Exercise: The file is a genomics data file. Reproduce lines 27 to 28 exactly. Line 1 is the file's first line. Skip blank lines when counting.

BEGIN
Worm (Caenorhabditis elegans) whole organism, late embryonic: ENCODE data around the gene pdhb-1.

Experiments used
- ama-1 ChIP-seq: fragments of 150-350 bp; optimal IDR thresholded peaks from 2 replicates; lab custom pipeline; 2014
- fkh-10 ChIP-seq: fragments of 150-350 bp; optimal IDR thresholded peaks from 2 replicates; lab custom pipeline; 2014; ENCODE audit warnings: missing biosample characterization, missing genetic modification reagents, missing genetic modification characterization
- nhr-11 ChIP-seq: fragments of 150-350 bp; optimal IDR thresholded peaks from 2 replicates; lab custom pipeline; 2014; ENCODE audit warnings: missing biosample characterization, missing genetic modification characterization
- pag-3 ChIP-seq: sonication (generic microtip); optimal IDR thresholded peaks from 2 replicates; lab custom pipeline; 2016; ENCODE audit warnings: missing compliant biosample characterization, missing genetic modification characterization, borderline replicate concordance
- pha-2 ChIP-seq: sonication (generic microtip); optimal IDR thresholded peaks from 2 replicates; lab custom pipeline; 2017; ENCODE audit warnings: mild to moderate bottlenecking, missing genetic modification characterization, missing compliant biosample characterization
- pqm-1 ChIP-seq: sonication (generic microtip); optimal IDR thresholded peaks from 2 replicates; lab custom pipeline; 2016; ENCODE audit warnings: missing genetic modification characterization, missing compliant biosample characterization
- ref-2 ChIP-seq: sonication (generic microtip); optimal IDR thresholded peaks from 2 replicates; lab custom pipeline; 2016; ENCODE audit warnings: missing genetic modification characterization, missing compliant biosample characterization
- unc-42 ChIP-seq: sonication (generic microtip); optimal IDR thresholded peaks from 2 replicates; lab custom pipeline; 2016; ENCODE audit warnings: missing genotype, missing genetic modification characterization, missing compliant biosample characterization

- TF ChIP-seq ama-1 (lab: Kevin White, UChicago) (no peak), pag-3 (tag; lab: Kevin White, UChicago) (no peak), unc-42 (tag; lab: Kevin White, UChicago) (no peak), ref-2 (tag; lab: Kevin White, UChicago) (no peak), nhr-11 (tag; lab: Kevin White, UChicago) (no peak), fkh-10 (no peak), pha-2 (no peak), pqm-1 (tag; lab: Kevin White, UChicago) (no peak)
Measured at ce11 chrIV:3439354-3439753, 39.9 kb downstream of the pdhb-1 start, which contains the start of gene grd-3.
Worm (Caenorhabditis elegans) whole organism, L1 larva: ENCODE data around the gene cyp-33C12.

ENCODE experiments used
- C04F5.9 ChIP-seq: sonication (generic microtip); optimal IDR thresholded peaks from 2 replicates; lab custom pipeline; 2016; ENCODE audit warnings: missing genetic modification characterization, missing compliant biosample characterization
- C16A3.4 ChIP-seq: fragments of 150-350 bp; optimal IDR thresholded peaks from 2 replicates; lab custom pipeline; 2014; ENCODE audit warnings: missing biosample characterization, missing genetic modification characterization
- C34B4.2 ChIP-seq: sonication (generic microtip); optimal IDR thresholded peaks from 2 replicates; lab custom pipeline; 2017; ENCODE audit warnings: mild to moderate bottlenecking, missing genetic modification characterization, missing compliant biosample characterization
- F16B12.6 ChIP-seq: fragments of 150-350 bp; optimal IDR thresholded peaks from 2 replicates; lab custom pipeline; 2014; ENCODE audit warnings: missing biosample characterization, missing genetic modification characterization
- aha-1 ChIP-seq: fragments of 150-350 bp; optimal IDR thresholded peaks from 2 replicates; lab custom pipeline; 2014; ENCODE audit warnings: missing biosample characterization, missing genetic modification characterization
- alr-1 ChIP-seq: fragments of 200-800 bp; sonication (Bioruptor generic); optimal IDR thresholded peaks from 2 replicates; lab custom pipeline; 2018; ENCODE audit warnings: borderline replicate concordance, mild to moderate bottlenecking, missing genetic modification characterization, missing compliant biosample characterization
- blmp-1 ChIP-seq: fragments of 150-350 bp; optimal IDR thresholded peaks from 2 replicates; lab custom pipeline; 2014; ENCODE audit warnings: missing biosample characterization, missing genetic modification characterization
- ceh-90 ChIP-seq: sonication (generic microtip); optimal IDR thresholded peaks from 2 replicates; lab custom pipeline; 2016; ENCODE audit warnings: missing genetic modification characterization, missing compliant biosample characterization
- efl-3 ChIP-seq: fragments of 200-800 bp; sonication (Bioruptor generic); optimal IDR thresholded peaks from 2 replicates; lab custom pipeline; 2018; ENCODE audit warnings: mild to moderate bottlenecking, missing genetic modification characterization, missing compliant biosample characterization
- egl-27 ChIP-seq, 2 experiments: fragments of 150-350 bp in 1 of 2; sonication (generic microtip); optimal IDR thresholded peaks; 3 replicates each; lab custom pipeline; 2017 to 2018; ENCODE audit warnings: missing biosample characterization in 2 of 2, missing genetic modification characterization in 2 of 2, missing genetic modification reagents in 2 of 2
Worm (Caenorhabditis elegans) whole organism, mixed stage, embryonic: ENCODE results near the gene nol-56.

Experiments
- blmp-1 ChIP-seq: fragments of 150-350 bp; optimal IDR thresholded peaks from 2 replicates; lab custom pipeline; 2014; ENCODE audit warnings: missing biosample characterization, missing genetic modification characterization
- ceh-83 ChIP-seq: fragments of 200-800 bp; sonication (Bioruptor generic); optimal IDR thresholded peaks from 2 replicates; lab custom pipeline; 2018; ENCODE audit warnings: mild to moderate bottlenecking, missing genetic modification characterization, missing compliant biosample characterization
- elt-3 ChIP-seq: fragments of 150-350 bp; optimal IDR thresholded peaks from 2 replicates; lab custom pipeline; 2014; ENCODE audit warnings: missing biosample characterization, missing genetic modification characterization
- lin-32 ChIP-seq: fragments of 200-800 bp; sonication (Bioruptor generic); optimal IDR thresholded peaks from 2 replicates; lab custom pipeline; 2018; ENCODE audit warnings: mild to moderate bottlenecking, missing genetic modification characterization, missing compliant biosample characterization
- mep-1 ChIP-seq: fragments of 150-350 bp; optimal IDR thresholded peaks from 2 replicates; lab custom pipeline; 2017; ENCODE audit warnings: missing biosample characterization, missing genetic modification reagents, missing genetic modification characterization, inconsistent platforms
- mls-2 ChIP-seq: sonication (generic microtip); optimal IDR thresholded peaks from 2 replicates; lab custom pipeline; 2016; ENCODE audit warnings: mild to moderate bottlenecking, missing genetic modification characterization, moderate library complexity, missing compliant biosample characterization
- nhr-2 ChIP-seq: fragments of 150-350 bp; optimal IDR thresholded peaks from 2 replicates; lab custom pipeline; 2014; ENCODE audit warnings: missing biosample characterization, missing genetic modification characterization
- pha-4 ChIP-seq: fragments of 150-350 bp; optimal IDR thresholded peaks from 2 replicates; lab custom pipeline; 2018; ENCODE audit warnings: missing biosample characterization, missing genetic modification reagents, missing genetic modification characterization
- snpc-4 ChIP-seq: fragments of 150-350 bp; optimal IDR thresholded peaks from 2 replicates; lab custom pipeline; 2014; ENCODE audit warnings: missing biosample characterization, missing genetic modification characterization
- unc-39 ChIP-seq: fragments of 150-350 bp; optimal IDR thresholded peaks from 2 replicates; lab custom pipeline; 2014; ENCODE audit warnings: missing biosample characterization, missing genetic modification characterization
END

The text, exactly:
- blmp-1 ChIP-seq: fragments of 150-350 bp; optimal IDR thresholded peaks from 2 replicates; lab custom pipeline; 2014; ENCODE audit warnings: missing biosample characterization, missing genetic modification characterization
- ceh-83 ChIP-seq: fragments of 200-800 bp; sonication (Bioruptor generic); optimal IDR thresholded peaks from 2 replicates; lab custom pipeline; 2018; ENCODE audit warnings: mild to moderate bottlenecking, missing genetic modification characterization, missing compliant biosample characterization